9 Fresh Products from Portland Producers

Creamy Stumptown cold brew in a carton, chocolate from a treehouse, and Mexican mole — we've rounded up a new batch of Oregon-made goods for your snacking pleasure.

By Eat Beat Team February 13, 2014


The Story: Mariam Foods owner Sam Andemariam draws his inspiration for his curry, jalapeño, and mustard lines of lentil-based dips from his upbringing in Ethiopia. Made from lentils sourced from the Palouse region of Washington and Idaho, the dips are inspired by the Azifa lentil salad that Andemariam's mother would make. Fun fact: 26% of the calories in lentils come from protein, the 3rd best source of all legumes and nuts.
Find It: New Seasons Market and other assorted markets and co-ops around the metro area. Find the full list on the Mariam Foods Website.


The Story: Aaron Koch belongs to the adventurous set. Among his many escapades, he found himself living in a tiny treehouse while working on a Hawaiian cacao farm—and from the fertile dirt of the islands, Portland's second bean-to-bar chocolate maker Treehouse Chocolate was born. Made with organic cacao sourced directly from farmers, Treehouse does away with artificial substitutes and aims for simple chocolate with heart.
Find It: $25 for 5 bars at local food co-ops and online at the Treehouse Chocolates website.


The Story: The father-and-son operation Spielman Coffee Roasters and Bagels has been making coffee and bagels since 1996, and now they’re in the snacks game, too. Their bagels are famous around town for the "Portland-style" sourdough flavor, chewy interior, and topping-laden exterior—and now they’re available in chip form, topped with Jacobsen Salt Co. sea salt, herbs, or spicy barbecue seasonings.  
Find It: Green Zebra Grocery and the Spielman's coffee and bagel shop at 2128 SE Division St.


The Story: When the folks at Stumptown Coffee Roasters noticed that about 80 percent of their customers added milk, cream, and/or sugar to their cold brew coffee, they saw a new business opportunity in the making. The Portland coffee empire adds the milk and sugar themselves, puts the mix in a carton, and dropped it in the dairy aisle, of all places.
Find It: Whole Foods, New Seasons, Zupan’s, and Green Zebra Grocery.


The Story: This trio of rich, dark, dangerously good sauces inspired by Oaxacan flavors and preparations will transform any piece of meat or pan of veggies into a simple one-pan meal with complex flavors. The line of mole from Bunches & Bunches' Tamalpais Roth-McCormick and Mark Slawson features three takes on the traditional sauce: Red (Dried Chilaca), Green (Fire-Roasted Chile), or Smoked.
Find It: $36 for the trifecta of flavors or $13 each. Available from the Bunches & Bunches online store and at several retail locations throughout Portland. 


THE STORY: While training as a psychiatric nurse practitioner at the Oregon Department of Corrections, Betsy Langdon was inspired to create a business that could employ and support felons post-incarceration. This mission grew into Betsy's Best Bar None, a line of organic, vegan, gluten-free protein bars. The bars, which come in five flavors like Chile Chocolate Chip and Cinnamon Cardamom, are powered entirely by nutritious whole foods like pumpkin seed butter, hemp, chia, quinoa, flax, and coconut.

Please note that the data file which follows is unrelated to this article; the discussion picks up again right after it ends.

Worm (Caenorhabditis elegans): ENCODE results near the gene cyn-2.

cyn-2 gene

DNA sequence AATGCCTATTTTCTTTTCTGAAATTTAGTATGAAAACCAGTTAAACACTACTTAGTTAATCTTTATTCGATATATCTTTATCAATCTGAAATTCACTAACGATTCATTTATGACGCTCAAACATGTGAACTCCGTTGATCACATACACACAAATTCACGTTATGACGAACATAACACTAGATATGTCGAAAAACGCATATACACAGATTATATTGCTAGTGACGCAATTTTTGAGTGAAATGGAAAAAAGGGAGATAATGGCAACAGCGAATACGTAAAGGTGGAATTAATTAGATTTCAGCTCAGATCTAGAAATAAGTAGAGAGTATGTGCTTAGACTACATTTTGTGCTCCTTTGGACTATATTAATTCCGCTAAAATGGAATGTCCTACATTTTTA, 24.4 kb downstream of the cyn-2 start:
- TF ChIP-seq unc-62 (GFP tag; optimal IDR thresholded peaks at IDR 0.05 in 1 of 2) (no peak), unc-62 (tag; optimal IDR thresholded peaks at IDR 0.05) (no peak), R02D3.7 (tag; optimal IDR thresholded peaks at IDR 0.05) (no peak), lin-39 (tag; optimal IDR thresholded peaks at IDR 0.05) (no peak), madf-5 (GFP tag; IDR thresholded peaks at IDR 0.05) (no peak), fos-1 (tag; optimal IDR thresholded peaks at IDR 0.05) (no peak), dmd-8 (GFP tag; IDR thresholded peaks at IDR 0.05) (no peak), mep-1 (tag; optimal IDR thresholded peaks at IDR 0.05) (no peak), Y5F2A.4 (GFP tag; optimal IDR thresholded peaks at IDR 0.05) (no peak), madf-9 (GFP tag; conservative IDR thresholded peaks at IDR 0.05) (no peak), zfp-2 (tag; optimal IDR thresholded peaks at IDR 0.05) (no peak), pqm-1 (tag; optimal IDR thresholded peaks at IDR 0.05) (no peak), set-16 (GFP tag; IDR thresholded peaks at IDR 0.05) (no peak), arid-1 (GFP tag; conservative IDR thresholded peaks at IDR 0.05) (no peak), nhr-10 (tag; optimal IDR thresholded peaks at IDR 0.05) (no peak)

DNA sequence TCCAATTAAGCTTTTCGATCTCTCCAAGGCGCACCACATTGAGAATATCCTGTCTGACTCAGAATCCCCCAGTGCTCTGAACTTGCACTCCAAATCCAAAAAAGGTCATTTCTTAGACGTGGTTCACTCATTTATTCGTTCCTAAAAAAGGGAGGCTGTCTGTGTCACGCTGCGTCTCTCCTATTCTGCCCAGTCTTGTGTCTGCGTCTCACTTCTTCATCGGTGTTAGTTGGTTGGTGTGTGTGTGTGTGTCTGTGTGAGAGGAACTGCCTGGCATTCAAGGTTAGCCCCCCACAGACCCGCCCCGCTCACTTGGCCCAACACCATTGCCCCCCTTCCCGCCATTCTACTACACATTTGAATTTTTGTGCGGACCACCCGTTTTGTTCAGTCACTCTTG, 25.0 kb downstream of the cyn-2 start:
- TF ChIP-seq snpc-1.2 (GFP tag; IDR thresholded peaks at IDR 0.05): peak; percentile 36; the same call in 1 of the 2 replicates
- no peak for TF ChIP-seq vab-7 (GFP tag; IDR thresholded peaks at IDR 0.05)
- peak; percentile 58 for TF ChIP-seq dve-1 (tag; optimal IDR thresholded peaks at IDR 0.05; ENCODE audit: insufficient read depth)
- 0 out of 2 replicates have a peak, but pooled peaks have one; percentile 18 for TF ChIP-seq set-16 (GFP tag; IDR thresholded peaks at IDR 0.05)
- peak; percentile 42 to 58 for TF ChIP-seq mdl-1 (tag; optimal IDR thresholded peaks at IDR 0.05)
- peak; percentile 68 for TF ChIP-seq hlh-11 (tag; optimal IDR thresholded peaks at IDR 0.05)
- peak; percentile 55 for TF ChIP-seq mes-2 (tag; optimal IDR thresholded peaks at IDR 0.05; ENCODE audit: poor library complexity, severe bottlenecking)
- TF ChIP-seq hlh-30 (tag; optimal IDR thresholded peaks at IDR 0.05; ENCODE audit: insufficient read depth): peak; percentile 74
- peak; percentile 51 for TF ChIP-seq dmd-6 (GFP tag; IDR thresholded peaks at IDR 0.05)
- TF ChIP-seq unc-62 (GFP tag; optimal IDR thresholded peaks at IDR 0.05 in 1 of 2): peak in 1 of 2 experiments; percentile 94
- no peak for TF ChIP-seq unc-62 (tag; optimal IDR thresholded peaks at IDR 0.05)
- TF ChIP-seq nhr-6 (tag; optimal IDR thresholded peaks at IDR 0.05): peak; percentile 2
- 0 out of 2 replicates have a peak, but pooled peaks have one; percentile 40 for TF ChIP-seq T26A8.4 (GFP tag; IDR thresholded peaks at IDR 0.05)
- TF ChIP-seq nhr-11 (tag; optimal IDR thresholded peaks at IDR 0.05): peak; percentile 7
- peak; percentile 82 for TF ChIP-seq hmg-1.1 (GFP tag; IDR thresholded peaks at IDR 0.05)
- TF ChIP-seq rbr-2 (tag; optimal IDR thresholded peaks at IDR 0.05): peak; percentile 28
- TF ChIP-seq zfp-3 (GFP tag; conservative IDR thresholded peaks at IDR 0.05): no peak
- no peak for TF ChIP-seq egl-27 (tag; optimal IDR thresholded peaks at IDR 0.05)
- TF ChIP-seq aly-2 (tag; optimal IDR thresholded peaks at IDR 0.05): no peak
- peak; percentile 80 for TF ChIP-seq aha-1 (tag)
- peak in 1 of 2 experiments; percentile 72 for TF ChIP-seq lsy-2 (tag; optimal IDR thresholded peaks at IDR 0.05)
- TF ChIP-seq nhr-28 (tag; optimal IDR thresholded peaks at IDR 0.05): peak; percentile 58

FIND IT: At Portland Whole Foods locations, People's Food Co-op, and Food Front Cooperative Grocery. Find more retail locations or order online at betsysbestbarnone.com


THE STORY: When Rochelle Koivunen was put on the very restrictive Candida diet back in 2010, she looked everywhere for a chocolate bar that she could eat. When her search failed, she used raw cacao, coconut oil, and xylitol to make her own heavenly handcrafted chocolate bars. True to Portland form, Rox Chox bars are organic, fair-trade, raw, vegan, non-GMO, and free of sugar, soy, gluten, and nuts. 
FIND IT: Powell's Books, Food Front, Alberta Co-op, and People's Food Co-op. Find more retail locations or order online at roxchox.blogspot.com.


THE STORY: Vegan foodie Imber Lingard had long enjoyed whipping up artisan nut cheeses in her kitchen, but it wasn't until she was approached by her employers at Eugene's Cornbread Cafe that she began sharing her creations with the public. The cafe customers urged Imber to start her own business, and in December 2013, Vtopian Artisan Cheeses were born. These cashew cultured cheeses come in Cranberry Brie, Sundried Tomato Brie, and Creamy Basil Borealis, with more bold-flavored bries on the way. 
FIND IT: Food Fight! Grocery for $7.15-$10.35. 


THE STORY: Keith Kullberg first discovered Bean Cones—think ice cream cones filled with refried beans—while on vacation in Mexico as a college student. Keith soon developed his own version of the beans, with a few tweaks: red beans, fresh ingredients, and no animal products. Thirty years later, the Kullberg family went into business as the Better Bean Company, selling Keith's vegan, gluten-free beans in five delicious varieties, from Cuban Black Beans to Wholly Chipotle Bean Dip. 
FIND IT: The refrigerated section of New Seasons, Whole Foods, Zupan's and more. Find a retail location near you at betterbeanco.com.

What's your go-to Portland-made snack or treat right now? Let us know in the comments below.

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